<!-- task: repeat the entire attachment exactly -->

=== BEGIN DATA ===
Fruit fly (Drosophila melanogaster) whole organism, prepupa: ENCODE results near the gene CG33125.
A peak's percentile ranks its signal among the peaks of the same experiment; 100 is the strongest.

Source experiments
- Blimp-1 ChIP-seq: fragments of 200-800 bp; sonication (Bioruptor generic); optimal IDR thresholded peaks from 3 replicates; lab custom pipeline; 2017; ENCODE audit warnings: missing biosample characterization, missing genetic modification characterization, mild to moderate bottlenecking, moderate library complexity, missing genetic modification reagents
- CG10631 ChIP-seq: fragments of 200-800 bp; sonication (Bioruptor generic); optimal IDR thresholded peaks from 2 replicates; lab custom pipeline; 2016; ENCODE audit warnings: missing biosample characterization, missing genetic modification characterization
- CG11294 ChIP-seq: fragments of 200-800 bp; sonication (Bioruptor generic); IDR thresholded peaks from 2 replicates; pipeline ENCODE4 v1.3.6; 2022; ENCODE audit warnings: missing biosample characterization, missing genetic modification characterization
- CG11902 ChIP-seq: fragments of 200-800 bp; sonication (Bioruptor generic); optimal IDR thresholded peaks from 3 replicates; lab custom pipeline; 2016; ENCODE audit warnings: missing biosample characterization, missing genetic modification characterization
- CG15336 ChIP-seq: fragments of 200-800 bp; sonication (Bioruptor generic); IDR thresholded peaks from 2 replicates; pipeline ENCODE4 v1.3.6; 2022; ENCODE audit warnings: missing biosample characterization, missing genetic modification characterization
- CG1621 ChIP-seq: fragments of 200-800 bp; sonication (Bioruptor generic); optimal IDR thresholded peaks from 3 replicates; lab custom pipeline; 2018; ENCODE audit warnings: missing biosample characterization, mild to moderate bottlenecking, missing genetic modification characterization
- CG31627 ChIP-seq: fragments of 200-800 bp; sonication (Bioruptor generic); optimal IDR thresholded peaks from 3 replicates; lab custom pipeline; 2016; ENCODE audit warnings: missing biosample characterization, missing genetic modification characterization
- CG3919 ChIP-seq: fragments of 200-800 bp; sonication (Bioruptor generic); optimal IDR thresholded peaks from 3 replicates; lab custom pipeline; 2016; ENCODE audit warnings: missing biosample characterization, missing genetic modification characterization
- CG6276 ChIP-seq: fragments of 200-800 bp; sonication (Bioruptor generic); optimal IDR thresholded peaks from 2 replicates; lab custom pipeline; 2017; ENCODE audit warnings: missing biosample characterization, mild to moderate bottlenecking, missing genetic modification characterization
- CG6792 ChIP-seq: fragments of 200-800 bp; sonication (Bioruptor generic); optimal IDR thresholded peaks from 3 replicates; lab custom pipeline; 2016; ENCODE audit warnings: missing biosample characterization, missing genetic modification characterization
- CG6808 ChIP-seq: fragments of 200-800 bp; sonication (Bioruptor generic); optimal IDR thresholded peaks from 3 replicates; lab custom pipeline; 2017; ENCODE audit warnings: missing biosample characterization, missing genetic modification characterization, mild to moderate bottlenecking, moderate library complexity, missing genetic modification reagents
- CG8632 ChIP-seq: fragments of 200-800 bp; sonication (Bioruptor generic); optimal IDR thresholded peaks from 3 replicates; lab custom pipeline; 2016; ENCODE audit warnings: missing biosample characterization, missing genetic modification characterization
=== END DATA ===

Fruit fly (Drosophila melanogaster) whole organism, prepupa: ENCODE results near the gene CG33125.
A peak's percentile ranks its signal among the peaks of the same experiment; 100 is the strongest.

Source experiments
- Blimp-1 ChIP-seq: fragments of 200-800 bp; sonication (Bioruptor generic); optimal IDR thresholded peaks from 3 replicates; lab custom pipeline; 2017; ENCODE audit warnings: missing biosample characterization, missing genetic modification characterization, mild to moderate bottlenecking, moderate library complexity, missing genetic modification reagents
- CG10631 ChIP-seq: fragments of 200-800 bp; sonication (Bioruptor generic); optimal IDR thresholded peaks from 2 replicates; lab custom pipeline; 2016; ENCODE audit warnings: missing biosample characterization, missing genetic modification characterization
- CG11294 ChIP-seq: fragments of 200-800 bp; sonication (Bioruptor generic); IDR thresholded peaks from 2 replicates; pipeline ENCODE4 v1.3.6; 2022; ENCODE audit warnings: missing biosample characterization, missing genetic modification characterization
- CG11902 ChIP-seq: fragments of 200-800 bp; sonication (Bioruptor generic); optimal IDR thresholded peaks from 3 replicates; lab custom pipeline; 2016; ENCODE audit warnings: missing biosample characterization, missing genetic modification characterization
- CG15336 ChIP-seq: fragments of 200-800 bp; sonication (Bioruptor generic); IDR thresholded peaks from 2 replicates; pipeline ENCODE4 v1.3.6; 2022; ENCODE audit warnings: missing biosample characterization, missing genetic modification characterization
- CG1621 ChIP-seq: fragments of 200-800 bp; sonication (Bioruptor generic); optimal IDR thresholded peaks from 3 replicates; lab custom pipeline; 2018; ENCODE audit warnings: missing biosample characterization, mild to moderate bottlenecking, missing genetic modification characterization
- CG31627 ChIP-seq: fragments of 200-800 bp; sonication (Bioruptor generic); optimal IDR thresholded peaks from 3 replicates; lab custom pipeline; 2016; ENCODE audit warnings: missing biosample characterization, missing genetic modification characterization
- CG3919 ChIP-seq: fragments of 200-800 bp; sonication (Bioruptor generic); optimal IDR thresholded peaks from 3 replicates; lab custom pipeline; 2016; ENCODE audit warnings: missing biosample characterization, missing genetic modification characterization
- CG6276 ChIP-seq: fragments of 200-800 bp; sonication (Bioruptor generic); optimal IDR thresholded peaks from 2 replicates; lab custom pipeline; 2017; ENCODE audit warnings: missing biosample characterization, mild to moderate bottlenecking, missing genetic modification characterization
- CG6792 ChIP-seq: fragments of 200-800 bp; sonication (Bioruptor generic); optimal IDR thresholded peaks from 3 replicates; lab custom pipeline; 2016; ENCODE audit warnings: missing biosample characterization, missing genetic modification characterization
- CG6808 ChIP-seq: fragments of 200-800 bp; sonication (Bioruptor generic); optimal IDR thresholded peaks from 3 replicates; lab custom pipeline; 2017; ENCODE audit warnings: missing biosample characterization, missing genetic modification characterization, mild to moderate bottlenecking, moderate library complexity, missing genetic modification reagents
- CG8632 ChIP-seq: fragments of 200-800 bp; sonication (Bioruptor generic); optimal IDR thresholded peaks from 3 replicates; lab custom pipeline; 2016; ENCODE audit warnings: missing biosample characterization, missing genetic modification characterization